While you can’t control the weather, you can use pasture management strategies that can help pastures survive in the toughest conditions.
One of the key ingredients to a flourishing pasture relies on a strong root structure. Strong roots are more resilient to drought and they stabilize the soil and limit erosion. When plants in your pasture are stressed by a lack of water, they are much more adversely affected by horse hooves and overgrazing.
One of the best ways to protect your pasture is to recognize that the soils are thirsty before the drought becomes too extensive; proactive strategies minimize damage to the grasses. Only allow horses out on pasture when the grasses have reached a sufficient length to be grazed (6-8 inches). Don’t be in a rush to turn the horses out during a recovery period even if the grass looks green. There needs to be sufficient leaf length for the plants to photosynthesize to sustain and encourage root growth.
Consider rotational grazing by moving horses between pastures to give each area time to recover. You might need to subdivide a large pasture into smaller “paddocks” using electric fencing. When grasses get down to 3-4 inches long, that’s the time to remove the horses from that area. It could take anywhere from 3-8 weeks for grass to recover depending on season and available moisture.
Create a sacrifice dry lot area to stable the horses when they aren’t able to go out on pasture. Another technique is to turn horses out for a limited period of time, perhaps no more than a couple of hours each day. This allows them to stretch their legs and consume some tasty green grass, yet gives the plants 22 hours to do what plants do best—photosynthesize and grow.
Picking up the manure regularly is also helpful to improve pasture conditions. Compost the manure to kill parasites and weed seeds. It may be beneficial to mow a field to discourage weed proliferation and to encourage root and leaf growth of the grasses.
Stressed grasses might lack necessary nutrients, so it is important to ensure adequate dietary intake by supplementing with hay. Other forage options used as supplements are usually necessary during drought. This is also particularly important when weeds begin to invade drought-stricken pasture since noxious weeds can create toxic conditions in a horse that consumes them. By providing alternative forage sources, your horses will be less likely to seek out weeds.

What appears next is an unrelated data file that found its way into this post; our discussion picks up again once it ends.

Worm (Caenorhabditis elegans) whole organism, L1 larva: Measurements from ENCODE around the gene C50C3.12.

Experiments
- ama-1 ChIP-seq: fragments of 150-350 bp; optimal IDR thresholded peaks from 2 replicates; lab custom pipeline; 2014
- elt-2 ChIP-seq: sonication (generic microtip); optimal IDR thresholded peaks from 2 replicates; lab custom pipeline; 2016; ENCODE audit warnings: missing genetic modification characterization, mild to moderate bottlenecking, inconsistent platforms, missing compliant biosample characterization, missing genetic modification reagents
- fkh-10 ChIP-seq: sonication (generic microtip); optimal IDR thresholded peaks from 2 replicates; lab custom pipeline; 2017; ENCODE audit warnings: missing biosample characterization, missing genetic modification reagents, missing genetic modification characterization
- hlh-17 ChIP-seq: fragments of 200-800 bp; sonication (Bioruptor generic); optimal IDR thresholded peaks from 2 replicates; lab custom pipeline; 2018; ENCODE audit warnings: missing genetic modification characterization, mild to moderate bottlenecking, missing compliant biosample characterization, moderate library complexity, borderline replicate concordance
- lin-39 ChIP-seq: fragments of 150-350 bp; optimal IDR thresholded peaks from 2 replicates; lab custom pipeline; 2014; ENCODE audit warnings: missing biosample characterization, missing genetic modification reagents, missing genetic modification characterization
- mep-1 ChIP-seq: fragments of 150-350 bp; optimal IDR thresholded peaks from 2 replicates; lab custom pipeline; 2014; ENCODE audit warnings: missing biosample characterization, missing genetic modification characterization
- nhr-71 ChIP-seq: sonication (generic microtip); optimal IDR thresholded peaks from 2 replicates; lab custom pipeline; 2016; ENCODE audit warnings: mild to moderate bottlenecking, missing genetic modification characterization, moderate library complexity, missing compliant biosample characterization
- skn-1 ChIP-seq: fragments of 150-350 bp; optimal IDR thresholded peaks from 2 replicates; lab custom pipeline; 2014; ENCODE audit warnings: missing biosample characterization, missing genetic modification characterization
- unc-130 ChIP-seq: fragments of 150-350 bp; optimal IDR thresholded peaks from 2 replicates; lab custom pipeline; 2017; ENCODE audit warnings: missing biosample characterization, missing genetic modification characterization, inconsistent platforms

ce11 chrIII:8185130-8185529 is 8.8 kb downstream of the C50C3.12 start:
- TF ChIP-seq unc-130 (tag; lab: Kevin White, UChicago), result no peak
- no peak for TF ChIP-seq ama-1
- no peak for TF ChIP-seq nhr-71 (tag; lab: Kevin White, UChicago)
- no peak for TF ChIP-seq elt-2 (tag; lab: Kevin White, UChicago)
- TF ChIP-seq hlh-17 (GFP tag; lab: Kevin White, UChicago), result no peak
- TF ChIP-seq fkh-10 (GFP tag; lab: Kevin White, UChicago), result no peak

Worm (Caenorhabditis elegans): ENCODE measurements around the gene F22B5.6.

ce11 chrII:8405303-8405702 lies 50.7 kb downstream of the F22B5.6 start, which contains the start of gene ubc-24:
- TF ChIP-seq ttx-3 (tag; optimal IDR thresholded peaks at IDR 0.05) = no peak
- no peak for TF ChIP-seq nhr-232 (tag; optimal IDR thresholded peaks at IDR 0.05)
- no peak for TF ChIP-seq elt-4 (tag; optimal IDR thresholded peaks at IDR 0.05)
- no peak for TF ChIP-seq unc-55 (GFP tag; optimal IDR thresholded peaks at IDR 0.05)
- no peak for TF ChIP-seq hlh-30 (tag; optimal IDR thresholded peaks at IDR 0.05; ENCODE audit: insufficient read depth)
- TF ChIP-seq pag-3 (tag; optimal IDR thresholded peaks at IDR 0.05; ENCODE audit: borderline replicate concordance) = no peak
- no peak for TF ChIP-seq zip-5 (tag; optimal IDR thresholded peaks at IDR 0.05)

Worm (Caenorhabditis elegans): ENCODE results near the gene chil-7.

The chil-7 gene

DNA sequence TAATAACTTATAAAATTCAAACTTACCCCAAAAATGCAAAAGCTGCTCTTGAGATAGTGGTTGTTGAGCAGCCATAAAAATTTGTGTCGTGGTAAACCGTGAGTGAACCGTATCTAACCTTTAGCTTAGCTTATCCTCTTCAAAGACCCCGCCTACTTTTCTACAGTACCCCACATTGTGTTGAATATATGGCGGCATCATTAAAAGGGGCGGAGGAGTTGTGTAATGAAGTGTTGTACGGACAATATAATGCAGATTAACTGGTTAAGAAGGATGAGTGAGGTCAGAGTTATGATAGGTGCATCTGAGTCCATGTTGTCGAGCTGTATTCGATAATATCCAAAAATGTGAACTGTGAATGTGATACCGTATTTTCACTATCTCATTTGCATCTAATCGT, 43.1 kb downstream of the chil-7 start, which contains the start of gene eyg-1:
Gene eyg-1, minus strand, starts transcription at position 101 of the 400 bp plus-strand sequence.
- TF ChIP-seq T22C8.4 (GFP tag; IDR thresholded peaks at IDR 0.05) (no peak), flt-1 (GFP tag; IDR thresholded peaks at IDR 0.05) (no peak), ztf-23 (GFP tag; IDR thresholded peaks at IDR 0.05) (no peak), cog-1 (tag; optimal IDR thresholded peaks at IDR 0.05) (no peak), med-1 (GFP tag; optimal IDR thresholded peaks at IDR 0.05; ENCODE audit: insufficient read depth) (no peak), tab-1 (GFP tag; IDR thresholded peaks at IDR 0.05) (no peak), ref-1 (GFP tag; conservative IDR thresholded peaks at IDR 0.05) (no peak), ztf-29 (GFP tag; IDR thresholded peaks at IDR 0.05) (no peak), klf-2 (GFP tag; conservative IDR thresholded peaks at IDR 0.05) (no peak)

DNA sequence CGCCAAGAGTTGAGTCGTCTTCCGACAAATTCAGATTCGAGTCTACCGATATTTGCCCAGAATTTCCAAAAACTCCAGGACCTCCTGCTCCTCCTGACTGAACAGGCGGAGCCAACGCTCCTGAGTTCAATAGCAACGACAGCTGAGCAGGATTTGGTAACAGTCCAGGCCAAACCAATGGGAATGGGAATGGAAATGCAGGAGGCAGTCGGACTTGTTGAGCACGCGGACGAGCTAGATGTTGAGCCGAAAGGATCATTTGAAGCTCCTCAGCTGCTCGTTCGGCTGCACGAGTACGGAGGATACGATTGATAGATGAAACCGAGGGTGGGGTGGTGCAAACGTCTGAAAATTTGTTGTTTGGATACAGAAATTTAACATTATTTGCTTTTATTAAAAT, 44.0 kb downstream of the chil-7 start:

It helps to scatter hay in many areas of the turnout pasture so there is access to good food when the pasture pickings are scarce. As the horses roam from hay pile to hay pile, they will get a little exercise, as well. Another method that reduces the impact on pasture grass is to feed hay within the four hours preceding pasture turnout—a full belly makes a horse less inclined to be greedy in its grass consumption.
Fertilizer can be important to give the pasture grasses a jump-start toward recovery. Soil testing helps to identify what kinds of nutrients need to be replaced in the soil. In dry weather, apply a nitrogen source that can be absorbed when rain isn’t present to soak the fertilizer into the soil. Be cautious of over-fertilizing as this has the potential to be toxic to livestock, including horses. County extension agents can provide good guidance on best fertilization methods.
Don’t forget that it is necessary to re-acclimate horses to green pasture once water is available (rain or irrigation) to re-establish growth of a drought-stricken pasture. Ease them back into the green grass slowly to allow their gastrointestinal tracts time to adjust to feed that is richer than what they’ve been eating.
By Nancy S. Loving, DVM